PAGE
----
|the long and the short of our time at language school|
|Blogs - Staff|
|Written by Kathryn Borba|
|Monday, 26 July 2010 00:00|
While we have been stateside, I have often lamented that there is nothing worth blogging about. No big ministry events, no Japanese coming to Christ, no cultural mishaps. while we have been at language school I have had the opposite problem. There have been so many paradigm shifts, interesting people to meet, stories to hear, and events to share about, that I feel I don't know where to begin, nor do I want to over whelm anyone. so for those of you whowould like the "Reader's Digest" version of our 2 weeks at language school, enjoy the headings and pictures below.
But for those of you, like me, who enjoy really long blog posts, as long as there are pictures and short segments, read on!
There are a lot of crazy sounds in the world.
Did youknow that the English language only uses 44 sounds, but there are many, many, many more used in the world. Most of them I would have said were nothing more than air escaping before coming to PILAT. I feel so very blessed to be learning Japanese, which has none of the SUPER crazy ones we learned.
Language is a natural human ability, not an academic subject.
Learning a language is more like learning to walk or run or ride a bike than it is like learning Math, or History. Because of this we should be using different methods. So if you see me watching Anime and writing down all the words I recognize, you'll know why.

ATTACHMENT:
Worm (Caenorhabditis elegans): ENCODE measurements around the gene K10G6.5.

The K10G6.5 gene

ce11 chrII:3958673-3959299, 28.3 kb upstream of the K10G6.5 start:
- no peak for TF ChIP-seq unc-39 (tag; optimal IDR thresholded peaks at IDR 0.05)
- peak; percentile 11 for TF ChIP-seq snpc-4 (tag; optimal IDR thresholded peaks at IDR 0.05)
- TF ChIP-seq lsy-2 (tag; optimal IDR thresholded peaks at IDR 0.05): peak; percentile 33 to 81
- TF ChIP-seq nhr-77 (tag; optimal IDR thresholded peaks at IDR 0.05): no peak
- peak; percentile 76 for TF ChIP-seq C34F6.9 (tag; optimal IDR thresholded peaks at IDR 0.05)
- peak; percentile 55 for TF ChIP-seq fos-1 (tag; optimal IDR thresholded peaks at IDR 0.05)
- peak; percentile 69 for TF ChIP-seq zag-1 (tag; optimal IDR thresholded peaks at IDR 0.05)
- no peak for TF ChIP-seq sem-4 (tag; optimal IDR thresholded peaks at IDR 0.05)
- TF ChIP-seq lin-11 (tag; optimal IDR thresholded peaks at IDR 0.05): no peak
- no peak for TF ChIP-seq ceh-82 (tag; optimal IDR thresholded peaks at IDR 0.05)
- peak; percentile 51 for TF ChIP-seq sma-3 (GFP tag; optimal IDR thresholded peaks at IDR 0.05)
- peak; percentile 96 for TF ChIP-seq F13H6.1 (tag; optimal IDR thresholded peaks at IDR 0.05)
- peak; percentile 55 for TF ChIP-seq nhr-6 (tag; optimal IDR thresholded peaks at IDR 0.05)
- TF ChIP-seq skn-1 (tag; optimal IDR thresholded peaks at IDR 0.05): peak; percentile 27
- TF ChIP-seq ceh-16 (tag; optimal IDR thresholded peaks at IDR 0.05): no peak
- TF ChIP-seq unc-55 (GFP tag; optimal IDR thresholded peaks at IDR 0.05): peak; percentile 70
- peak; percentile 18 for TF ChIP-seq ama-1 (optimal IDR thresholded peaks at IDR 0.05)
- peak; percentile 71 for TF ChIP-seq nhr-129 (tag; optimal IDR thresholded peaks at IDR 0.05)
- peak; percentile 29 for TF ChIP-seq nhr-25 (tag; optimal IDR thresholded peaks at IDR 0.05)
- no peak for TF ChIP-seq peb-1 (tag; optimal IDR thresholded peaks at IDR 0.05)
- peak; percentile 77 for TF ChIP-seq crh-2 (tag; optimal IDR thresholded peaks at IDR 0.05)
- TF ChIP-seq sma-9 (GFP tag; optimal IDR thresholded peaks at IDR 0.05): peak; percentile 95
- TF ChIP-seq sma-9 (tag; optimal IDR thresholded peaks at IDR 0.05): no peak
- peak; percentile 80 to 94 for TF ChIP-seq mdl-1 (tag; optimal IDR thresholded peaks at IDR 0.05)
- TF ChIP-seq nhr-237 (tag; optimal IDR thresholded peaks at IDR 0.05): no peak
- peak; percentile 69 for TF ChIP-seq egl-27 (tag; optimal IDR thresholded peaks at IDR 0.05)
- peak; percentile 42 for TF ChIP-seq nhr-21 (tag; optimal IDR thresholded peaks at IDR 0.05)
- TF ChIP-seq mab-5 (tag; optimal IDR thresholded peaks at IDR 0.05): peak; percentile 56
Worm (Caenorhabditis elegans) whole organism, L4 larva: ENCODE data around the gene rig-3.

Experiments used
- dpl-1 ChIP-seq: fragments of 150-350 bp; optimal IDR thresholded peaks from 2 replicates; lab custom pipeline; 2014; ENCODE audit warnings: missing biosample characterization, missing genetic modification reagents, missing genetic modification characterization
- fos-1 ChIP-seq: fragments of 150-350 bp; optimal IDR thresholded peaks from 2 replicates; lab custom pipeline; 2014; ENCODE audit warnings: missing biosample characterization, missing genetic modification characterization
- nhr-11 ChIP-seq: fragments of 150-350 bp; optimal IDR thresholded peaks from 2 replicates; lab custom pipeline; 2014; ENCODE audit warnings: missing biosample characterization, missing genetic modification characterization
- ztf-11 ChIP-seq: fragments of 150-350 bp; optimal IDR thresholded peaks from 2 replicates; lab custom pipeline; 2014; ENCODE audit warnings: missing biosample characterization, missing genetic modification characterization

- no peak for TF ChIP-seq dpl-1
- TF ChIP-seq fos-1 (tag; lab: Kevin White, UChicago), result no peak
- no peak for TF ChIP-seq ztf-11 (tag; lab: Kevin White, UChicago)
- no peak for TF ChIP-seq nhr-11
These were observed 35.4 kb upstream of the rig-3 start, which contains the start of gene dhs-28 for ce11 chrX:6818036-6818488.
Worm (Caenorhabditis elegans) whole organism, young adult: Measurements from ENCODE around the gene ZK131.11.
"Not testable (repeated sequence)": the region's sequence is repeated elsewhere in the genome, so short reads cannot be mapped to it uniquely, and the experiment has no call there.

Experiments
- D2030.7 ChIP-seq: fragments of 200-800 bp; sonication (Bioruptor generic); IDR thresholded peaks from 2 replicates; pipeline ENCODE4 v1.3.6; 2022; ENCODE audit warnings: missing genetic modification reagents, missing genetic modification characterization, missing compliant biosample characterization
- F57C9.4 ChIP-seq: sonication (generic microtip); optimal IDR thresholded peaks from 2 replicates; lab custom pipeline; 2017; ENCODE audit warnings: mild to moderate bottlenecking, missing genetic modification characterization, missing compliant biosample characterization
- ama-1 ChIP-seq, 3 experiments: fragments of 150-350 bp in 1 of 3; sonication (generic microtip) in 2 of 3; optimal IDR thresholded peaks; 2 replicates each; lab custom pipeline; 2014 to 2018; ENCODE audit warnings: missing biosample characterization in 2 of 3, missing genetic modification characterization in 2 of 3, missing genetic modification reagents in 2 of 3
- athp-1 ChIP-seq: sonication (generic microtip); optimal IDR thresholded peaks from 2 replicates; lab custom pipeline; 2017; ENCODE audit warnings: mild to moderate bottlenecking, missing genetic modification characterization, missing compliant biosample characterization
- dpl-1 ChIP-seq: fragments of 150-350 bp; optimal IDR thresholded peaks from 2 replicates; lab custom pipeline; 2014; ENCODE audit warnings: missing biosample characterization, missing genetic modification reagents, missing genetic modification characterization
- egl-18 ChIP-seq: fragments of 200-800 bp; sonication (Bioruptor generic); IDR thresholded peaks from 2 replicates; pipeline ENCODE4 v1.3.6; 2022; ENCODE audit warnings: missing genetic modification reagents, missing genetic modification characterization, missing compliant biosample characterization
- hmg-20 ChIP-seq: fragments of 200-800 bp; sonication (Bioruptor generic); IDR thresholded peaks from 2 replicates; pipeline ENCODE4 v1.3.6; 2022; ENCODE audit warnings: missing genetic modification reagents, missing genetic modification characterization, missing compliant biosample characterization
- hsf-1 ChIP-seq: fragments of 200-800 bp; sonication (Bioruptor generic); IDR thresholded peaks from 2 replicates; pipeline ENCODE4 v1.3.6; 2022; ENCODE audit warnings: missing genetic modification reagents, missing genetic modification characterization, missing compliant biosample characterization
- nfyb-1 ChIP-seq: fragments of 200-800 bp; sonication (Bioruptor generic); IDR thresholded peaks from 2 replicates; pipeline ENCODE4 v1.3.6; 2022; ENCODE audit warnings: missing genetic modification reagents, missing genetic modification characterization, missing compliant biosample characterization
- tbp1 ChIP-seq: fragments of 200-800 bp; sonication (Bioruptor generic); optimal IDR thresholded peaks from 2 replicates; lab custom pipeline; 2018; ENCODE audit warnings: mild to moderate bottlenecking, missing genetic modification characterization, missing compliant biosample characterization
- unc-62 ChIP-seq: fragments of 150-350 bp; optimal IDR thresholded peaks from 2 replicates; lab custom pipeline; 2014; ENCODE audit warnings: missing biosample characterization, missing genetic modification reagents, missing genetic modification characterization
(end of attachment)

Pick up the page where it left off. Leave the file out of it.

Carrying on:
We have wonderful friends!
These two weeks, we have been blessed to reside in the guest bedroom of our friends, Josh and Marilyn. We have felt so loved.
Mountains are steep and I am out of shape!
We enjoyed a 5 mile hike up and down a mountain, with our friends. I must say, I enjoyed the down part much more than the up part. Marilyn was kind enough to cite the elevation as the reason for my huffing and puffing. After reaching the top, I was pleased to enjoy the view.
Donuts baked at 14,110 ft just taste better.
On Saturday we drove above the tree line, to the top of Pike's Peak. At the top, we had to coax Stephen to walk within 30 ft of the edge. I was glad he conquered his fears to enjoy a donut and a cup of hot chocolate on a rock, over looking the Eastern Plains.
I am more excited, each day, to get to be a missionary.
What a treat it is to hang out for two weeks with 45 other missionaries in training. There is something to be said for the camaraderie that occurs when you are at the same stage of life as your community. I have so enjoyed sharing stories with missionaries to all over the world.
Thanks for hanging in there for the looooong post. :P